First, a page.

As the Universe grew it became cooler and less dense as energy spread out. Energy was converted into quarks, electrons, and other subatomic particles, which further came together to form atomic nuclei. Eventually the Universe cooled down enough for electrons to become bound to the nuclei forming the first true atoms. The Universe was now filled with vast clouds of hydrogen and helium, the lightest and most abundant elements. These clouds would eventually coalesce through gravity to form stars and galaxies.

The question was, how could the Universe be so tiny, smaller than an atom? Einstein's theory of general relativity discovered that spacetime is collapsible, and can actually be warped and folded around itself. To visualize inflation, picture a paper map crumpled into a tiny ball. Then imagine the map is suddenly pulled out in all directions so that it unfolds and becomes a flat sheet. That's what the Big Bang was: the expansion and flattening of spacetime.

There is abundant evidence that the Big Bang occurred and it fits the full range of observations made by astronomers. Most commonly mentioned are the expansion of the Universe and the cosmic microwave background. For the full range of evidence, see the related link below. Today the Big Bang theory is the most widely accepted model in the scientific community for the early development of the Universe.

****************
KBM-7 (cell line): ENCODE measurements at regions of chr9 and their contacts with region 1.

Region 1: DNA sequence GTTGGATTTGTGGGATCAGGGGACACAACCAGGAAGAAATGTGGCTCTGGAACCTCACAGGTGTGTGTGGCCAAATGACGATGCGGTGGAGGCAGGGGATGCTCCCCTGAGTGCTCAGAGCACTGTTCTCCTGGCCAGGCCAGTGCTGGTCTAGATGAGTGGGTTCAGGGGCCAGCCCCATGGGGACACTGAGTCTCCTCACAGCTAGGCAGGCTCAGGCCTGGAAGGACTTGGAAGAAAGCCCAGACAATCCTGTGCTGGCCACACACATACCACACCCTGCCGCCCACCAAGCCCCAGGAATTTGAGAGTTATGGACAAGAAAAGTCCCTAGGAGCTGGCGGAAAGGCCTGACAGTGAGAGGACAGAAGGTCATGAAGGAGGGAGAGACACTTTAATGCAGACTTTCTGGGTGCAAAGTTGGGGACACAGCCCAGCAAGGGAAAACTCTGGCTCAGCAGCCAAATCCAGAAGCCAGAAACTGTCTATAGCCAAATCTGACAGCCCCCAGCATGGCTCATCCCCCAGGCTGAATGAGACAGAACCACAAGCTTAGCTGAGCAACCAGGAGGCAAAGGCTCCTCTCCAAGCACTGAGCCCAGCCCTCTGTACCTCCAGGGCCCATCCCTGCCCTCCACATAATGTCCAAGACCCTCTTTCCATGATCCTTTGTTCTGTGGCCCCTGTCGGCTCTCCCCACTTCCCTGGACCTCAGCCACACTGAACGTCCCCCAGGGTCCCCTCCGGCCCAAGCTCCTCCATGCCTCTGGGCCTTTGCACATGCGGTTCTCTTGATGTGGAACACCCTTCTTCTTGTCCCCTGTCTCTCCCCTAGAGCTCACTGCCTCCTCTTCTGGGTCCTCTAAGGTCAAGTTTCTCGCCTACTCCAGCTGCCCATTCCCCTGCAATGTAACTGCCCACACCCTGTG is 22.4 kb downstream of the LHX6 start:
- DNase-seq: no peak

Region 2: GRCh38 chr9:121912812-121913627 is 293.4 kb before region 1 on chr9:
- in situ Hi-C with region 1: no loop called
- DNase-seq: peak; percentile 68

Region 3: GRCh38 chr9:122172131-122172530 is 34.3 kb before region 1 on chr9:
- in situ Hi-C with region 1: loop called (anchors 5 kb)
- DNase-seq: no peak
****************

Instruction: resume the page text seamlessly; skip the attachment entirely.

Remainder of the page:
For more info see the related questions and links


An Alternative Theory -- Steady State Theory

There is also another Theory, which Maxwell, Einstein, Hoyle, and hundreds of other Astrophysicists and Astronomers believed in wholeheartedly, known as the Steady State Theory. A theory which you probably have never heard of in your many years of public education.

In the Big Bang Theory all known laws of physics have to be thrown out, and a new Superforce, Exotic Matter, Dark Matter, and dozens of Alternate Dimensions had to be invented to make the theory work properly. And even with throwing out all of the known laws of physics - it still does not work, because the Universe is not old enough to explain the universal standardized temperature throughout the universe. In short: the temperature should not be this uninformed, or this cold.